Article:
By Gillian Slade on August 11, 2017.
Until new bus routes are implemented it is difficult to determine the full impact of changes, says a daily transit user.
“My complaint right now is about the whole process,” said John Stanley, who expected there would be consultation with the public about the proposed changes rather than just announcing what had been decided. “Everything has been left to non-elected, faceless bureaucrats at city hall.”
For about six months, changes to the transit system have been talked about, and this about put stress on transit users and drivers because of uncertainty, said Stanley.
The new system will probably see passengers reach their destination much more quickly but there is reduced service at night and on weekends.
There have been so few passengers on nights and weekends, it was not sustainable, said Coun. Les Pearson.
“It is one of those cases of use it or lose it,” said Pearson, noting it is one of the most expensive services the city provides.
“I’ve never seen a member of council on the bus in the seven years I’ve been using it,” said Stanley.
Transit produces revenue of $1.6 million. The net cost is $6.3 million, says a city document. The changes will result in a $650,000 reduction in operating costs. Of that amount, 60 per cent relates to reduced personnel, said Howard Snodgrass, general manager community development. Reduced fleet size and maintenance costs account for the remaining 40 per cent.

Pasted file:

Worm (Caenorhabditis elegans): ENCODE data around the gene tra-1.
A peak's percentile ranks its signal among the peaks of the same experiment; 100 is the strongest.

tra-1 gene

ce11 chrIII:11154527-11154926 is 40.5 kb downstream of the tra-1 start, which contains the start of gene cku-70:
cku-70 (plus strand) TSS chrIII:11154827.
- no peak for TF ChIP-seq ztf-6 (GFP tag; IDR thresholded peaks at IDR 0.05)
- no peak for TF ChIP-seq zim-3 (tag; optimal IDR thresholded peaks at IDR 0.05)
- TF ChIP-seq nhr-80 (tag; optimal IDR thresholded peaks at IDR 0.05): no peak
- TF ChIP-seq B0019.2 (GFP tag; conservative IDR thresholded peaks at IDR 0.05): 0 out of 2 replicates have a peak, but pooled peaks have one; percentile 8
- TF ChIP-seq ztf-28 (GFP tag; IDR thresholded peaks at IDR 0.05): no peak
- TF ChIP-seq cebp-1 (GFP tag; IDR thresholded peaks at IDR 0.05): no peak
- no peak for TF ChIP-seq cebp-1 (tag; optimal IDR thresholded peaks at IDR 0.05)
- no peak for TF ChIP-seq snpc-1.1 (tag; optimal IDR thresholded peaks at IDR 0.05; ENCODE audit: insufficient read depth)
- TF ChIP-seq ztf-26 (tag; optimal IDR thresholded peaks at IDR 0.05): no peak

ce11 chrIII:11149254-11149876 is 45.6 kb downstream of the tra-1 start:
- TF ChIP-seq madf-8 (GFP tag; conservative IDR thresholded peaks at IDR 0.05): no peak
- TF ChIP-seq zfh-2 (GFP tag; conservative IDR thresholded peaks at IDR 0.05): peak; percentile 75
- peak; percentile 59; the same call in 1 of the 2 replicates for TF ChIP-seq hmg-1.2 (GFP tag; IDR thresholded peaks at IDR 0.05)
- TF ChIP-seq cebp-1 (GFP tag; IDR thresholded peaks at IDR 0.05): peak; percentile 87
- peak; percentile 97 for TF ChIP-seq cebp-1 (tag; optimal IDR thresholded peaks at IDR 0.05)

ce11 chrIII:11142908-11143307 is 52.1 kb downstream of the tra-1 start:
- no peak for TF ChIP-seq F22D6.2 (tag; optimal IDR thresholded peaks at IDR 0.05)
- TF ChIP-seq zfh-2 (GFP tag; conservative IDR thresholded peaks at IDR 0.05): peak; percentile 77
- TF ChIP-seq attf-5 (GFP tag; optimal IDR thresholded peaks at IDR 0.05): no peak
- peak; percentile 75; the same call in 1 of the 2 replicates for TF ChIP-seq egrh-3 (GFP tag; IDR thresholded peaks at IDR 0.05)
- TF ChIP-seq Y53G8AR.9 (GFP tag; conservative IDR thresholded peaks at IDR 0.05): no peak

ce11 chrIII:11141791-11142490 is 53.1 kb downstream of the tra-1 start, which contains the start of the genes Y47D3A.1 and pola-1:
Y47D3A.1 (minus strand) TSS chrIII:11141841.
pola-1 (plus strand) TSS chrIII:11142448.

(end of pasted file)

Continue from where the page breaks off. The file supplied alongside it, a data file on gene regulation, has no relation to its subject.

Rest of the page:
The first of many public sessions to explain the new transit system — to be introduced Sept. 5 — took place on Thursday.
The new system will include two “core” routes and three “feeder” routes. The colour-coded and numbered routes across the city will intersect at 26 points where passengers can transfer, rather than all converging on the downtown terminal. What will happen to the terminal has not been revealed yet.
“Why the mystery about the downtown terminal? It’s warm in winter and there are washrooms for both passengers and drivers. Where will they go now?” asked Stanley, noting that some bus passengers have physical and mental challenges. “I do hope the insiders know what they’re doing.”
Public information sessions will take place as follows:
Aug. 16 — FLC — noon to 4 p.m.; Aug. 19 — Co-op mall — 10 a.m. to 2 p.m.; Aug. 23 — hospital — 9 a.m. to noon; Aug. 26 — Medicine Hat Mall — 10 a.m. to 6 p.m.; Aug. 29 — Co-op mall — 9 a.m. to 1 p.m.; Aug. 30 — hospital — 9 a.m. to noon; Sept. 5 — Esplanade — 8:30 a.m. to 4:30 p.m.
Routes in detail are online at: https://www.medicinehat.ca/government/departments/medicine-hat-transit
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